Portland has already lost playoff series to Western Conference heavy-hitters Denver and Golden State with essentially this formula. The gap between it and the true up-and-comers like Memphis and New Orleans is widening by the day. A star trade is the Blazers' only path to closing that gap during Lillard's prime. If we're being honest with ourselves, their best chance to develop championship equity in the near future would be to deal Lillard while he'd still bring back a haul and then use that haul to ensure that their backcourt of the future, Sharpe and Anfernee Simons, has the size and defensive support around them that Lillard and CJ McCollum never did.
Of course, Lillard has made it clear that he doesn't want to be traded. That has seemingly taken a trade off the table. I'd like to remind the Blazers that teams are technically allowed to trade star playersand that they should probably act in their own self interest, but Lillard is so beloved in the Portland community that they almost certainly won't. So here we are. There are worse fates than watching a team icon lose in their first round every spring, but the price of doing so is the knowledge that everyone involved could do better.
Tier 3: Let's talk in July
7. Atlanta Hawks: I don't think it's quite time to abandon this core. Trae Young's shooting is going to eventually regress to the mean. They can find a coach with more modern sensibilities to solve the fit between him and Dejounte Murray. There's still a fair bit of young talent here. It takes a lot to justify moving off a 24-year-old All-NBA point guard. We aren't there yet. But it's getting harder and harder to deny that all of the smoke here is coming from some sort of fire. There are almost certainly Young-related problems in that locker room, and the guy who traded for him, Travis Schlenk, is no longer running basketball operations after general manager Landry Fields was promoted into his chair. Young has four years left on his contract, but due to the CBA's restrictive rules governing extensions, Murray, who has just a year-and-a-half left on his deal, will almost certainly become an unrestricted free agent in 2024. That puts quite a bit of pressure on Fields to pick a direction sooner rather than later. If things haven't gotten better by July, they're going to have to explore something drastic. For now, though, focus on tweaking the supporting cast. I hear John Collins is available.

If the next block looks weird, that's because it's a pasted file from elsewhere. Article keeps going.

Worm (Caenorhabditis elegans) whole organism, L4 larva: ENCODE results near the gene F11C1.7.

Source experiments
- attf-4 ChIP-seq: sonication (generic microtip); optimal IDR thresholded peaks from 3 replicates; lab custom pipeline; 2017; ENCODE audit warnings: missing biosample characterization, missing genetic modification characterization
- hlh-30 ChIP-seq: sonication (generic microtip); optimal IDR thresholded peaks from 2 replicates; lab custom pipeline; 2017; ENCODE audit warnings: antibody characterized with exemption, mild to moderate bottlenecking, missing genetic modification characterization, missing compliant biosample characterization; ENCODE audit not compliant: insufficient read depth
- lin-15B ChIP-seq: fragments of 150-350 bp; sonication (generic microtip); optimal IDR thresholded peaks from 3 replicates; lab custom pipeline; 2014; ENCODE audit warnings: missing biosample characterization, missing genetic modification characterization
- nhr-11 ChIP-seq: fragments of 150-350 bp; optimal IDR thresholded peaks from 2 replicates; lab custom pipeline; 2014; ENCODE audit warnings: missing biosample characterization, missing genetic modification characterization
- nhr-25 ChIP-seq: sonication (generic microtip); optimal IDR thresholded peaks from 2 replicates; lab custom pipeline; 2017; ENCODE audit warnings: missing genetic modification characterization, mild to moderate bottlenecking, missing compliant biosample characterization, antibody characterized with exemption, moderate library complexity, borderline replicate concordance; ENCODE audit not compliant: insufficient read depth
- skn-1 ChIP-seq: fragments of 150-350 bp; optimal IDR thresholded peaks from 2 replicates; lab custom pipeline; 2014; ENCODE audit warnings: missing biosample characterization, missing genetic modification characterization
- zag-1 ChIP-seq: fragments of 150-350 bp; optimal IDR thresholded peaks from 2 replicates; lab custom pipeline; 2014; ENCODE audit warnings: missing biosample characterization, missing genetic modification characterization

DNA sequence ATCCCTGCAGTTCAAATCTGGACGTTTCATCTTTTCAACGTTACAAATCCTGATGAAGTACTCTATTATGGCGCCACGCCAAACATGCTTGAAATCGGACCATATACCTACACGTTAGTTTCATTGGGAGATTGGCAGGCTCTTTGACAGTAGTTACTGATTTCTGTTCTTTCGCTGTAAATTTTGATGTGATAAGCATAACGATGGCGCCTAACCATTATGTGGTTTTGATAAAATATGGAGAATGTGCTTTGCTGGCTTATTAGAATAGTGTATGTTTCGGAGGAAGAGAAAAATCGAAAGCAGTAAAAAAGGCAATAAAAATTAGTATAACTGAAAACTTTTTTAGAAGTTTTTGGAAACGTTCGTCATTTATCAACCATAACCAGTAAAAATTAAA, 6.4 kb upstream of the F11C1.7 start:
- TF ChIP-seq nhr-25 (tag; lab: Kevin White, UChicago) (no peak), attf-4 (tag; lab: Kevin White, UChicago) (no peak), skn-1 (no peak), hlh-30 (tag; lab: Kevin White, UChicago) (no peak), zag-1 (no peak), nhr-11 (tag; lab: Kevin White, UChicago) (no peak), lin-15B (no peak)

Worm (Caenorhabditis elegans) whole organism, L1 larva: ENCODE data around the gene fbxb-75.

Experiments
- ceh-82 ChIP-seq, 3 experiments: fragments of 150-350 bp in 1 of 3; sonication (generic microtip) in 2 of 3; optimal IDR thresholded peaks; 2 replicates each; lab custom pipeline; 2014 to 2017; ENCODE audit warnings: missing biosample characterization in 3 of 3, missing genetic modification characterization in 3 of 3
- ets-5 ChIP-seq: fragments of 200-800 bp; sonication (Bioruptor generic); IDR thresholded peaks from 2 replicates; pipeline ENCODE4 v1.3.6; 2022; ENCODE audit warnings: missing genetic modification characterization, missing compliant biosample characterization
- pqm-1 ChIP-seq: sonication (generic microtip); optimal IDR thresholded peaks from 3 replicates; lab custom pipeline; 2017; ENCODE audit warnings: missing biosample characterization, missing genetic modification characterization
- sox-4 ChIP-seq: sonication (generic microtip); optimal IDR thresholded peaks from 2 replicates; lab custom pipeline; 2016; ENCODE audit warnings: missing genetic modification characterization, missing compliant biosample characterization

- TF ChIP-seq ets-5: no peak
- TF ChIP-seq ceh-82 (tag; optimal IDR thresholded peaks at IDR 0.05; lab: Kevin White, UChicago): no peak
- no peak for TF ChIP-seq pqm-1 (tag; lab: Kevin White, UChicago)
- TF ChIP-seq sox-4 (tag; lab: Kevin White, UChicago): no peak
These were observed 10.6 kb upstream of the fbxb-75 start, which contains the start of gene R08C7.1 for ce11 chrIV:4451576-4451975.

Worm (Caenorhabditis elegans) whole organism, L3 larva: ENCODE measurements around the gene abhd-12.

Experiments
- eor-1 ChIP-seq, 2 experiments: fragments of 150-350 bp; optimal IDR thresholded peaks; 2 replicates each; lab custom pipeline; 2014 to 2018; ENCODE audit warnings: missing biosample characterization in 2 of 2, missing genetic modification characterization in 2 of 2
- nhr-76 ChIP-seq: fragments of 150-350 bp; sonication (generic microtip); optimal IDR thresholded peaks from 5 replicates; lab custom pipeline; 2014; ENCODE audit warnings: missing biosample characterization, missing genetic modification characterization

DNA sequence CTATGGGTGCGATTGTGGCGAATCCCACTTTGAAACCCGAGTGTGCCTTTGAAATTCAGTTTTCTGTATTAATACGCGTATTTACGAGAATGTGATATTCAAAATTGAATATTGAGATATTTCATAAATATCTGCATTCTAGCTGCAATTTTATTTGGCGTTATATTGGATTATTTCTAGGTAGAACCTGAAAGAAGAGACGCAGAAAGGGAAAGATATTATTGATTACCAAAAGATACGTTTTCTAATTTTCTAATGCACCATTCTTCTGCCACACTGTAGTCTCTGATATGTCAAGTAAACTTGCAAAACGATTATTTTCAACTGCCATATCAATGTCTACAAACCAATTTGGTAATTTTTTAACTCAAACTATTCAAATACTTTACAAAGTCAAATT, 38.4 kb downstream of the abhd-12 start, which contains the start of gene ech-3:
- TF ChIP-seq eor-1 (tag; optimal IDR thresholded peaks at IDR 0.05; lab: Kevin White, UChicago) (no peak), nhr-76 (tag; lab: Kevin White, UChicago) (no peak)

6. Minnesota Timberwolves: Let's get this out of the way: The Timberwolves should be trying to trade Rudy Gobert today. They won't because of the sunk-cost fallacy, but those five first-round picks they gave up are gone and not coming back. The Gobert experiment isn't working. He's going to get worse with age. If they act now, they could probably get off of the last three years of his contract and pick up an asset or two in the process. If they don't do this now, they're staring down the barrel of three more max salary years for an aging center who makes life harder for their two best players. No team has ever admitted its mistake on a trade of that magnitude so quickly. Frankly, no NBA general manager has ever been humble enough to do so, and odds are, new Timberwolves owners Alex Rodriguez and Marc Lore aren't either. But the alternative here would be wasting the two All-Stars who are already in the building.
Anthony Edwards has All-NBA potential. Karl-Anthony Towns was there a year ago. There is still time to put a coherent roster around the two of them. That gets significantly harder once Edwards signs his max extension this offseason. Keeping this current group together condemns the Edwards-Towns duo to the middle of the Western Conference for years to come. They have no cap flexibility or draft capital to improve with. Play this out too long and they might need to deal Towns just to salvage a future retooling around Edwards. If all of this sounds bleak, well, it should. That's what happens when you mess up the biggest trade in franchise history. There's not a good option here. We're choosing between a list of bad ones. At least moving Gobert now gives them time to figure something else out. They won't, though, and in all likelihood, that means things are going to get worse before they get better.